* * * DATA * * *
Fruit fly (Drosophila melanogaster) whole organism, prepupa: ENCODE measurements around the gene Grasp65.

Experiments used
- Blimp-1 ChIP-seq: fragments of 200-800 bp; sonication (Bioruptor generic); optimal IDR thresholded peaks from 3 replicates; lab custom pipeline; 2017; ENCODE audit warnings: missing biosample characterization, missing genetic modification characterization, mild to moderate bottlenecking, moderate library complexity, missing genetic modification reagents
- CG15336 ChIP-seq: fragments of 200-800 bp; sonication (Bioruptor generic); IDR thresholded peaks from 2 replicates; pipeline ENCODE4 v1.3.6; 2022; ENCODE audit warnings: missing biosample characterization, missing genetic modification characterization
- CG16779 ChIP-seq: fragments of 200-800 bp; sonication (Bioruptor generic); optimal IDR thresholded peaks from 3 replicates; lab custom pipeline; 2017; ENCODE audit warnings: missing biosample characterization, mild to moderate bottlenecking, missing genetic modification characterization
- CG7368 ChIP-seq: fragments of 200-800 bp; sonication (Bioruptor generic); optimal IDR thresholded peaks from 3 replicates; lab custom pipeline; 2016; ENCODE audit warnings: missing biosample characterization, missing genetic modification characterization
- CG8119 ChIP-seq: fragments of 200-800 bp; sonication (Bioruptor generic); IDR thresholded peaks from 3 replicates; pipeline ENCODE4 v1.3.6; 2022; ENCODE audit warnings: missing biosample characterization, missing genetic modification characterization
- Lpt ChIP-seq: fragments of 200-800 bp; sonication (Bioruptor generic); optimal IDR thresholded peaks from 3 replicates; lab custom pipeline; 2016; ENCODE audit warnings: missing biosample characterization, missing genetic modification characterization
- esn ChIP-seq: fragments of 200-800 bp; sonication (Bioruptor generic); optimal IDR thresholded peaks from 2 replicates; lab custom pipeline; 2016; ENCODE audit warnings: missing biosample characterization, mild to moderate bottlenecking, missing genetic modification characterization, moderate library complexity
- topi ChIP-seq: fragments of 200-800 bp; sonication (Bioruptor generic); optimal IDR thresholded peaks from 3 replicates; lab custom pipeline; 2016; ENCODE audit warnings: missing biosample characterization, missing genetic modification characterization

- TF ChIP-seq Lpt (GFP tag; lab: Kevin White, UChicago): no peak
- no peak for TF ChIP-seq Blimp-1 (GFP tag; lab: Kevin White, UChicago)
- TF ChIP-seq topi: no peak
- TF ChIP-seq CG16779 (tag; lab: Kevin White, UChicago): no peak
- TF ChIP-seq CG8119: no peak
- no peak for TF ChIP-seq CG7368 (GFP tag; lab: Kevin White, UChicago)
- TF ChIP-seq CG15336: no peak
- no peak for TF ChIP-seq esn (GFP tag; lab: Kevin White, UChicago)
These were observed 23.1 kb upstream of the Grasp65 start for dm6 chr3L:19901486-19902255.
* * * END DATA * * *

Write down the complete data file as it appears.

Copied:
Fruit fly (Drosophila melanogaster) whole organism, prepupa: ENCODE measurements around the gene Grasp65.

Experiments used
- Blimp-1 ChIP-seq: fragments of 200-800 bp; sonication (Bioruptor generic); optimal IDR thresholded peaks from 3 replicates; lab custom pipeline; 2017; ENCODE audit warnings: missing biosample characterization, missing genetic modification characterization, mild to moderate bottlenecking, moderate library complexity, missing genetic modification reagents
- CG15336 ChIP-seq: fragments of 200-800 bp; sonication (Bioruptor generic); IDR thresholded peaks from 2 replicates; pipeline ENCODE4 v1.3.6; 2022; ENCODE audit warnings: missing biosample characterization, missing genetic modification characterization
- CG16779 ChIP-seq: fragments of 200-800 bp; sonication (Bioruptor generic); optimal IDR thresholded peaks from 3 replicates; lab custom pipeline; 2017; ENCODE audit warnings: missing biosample characterization, mild to moderate bottlenecking, missing genetic modification characterization
- CG7368 ChIP-seq: fragments of 200-800 bp; sonication (Bioruptor generic); optimal IDR thresholded peaks from 3 replicates; lab custom pipeline; 2016; ENCODE audit warnings: missing biosample characterization, missing genetic modification characterization
- CG8119 ChIP-seq: fragments of 200-800 bp; sonication (Bioruptor generic); IDR thresholded peaks from 3 replicates; pipeline ENCODE4 v1.3.6; 2022; ENCODE audit warnings: missing biosample characterization, missing genetic modification characterization
- Lpt ChIP-seq: fragments of 200-800 bp; sonication (Bioruptor generic); optimal IDR thresholded peaks from 3 replicates; lab custom pipeline; 2016; ENCODE audit warnings: missing biosample characterization, missing genetic modification characterization
- esn ChIP-seq: fragments of 200-800 bp; sonication (Bioruptor generic); optimal IDR thresholded peaks from 2 replicates; lab custom pipeline; 2016; ENCODE audit warnings: missing biosample characterization, mild to moderate bottlenecking, missing genetic modification characterization, moderate library complexity
- topi ChIP-seq: fragments of 200-800 bp; sonication (Bioruptor generic); optimal IDR thresholded peaks from 3 replicates; lab custom pipeline; 2016; ENCODE audit warnings: missing biosample characterization, missing genetic modification characterization

- TF ChIP-seq Lpt (GFP tag; lab: Kevin White, UChicago): no peak
- no peak for TF ChIP-seq Blimp-1 (GFP tag; lab: Kevin White, UChicago)
- TF ChIP-seq topi: no peak
- TF ChIP-seq CG16779 (tag; lab: Kevin White, UChicago): no peak
- TF ChIP-seq CG8119: no peak
- no peak for TF ChIP-seq CG7368 (GFP tag; lab: Kevin White, UChicago)
- TF ChIP-seq CG15336: no peak
- no peak for TF ChIP-seq esn (GFP tag; lab: Kevin White, UChicago)
These were observed 23.1 kb upstream of the Grasp65 start for dm6 chr3L:19901486-19902255.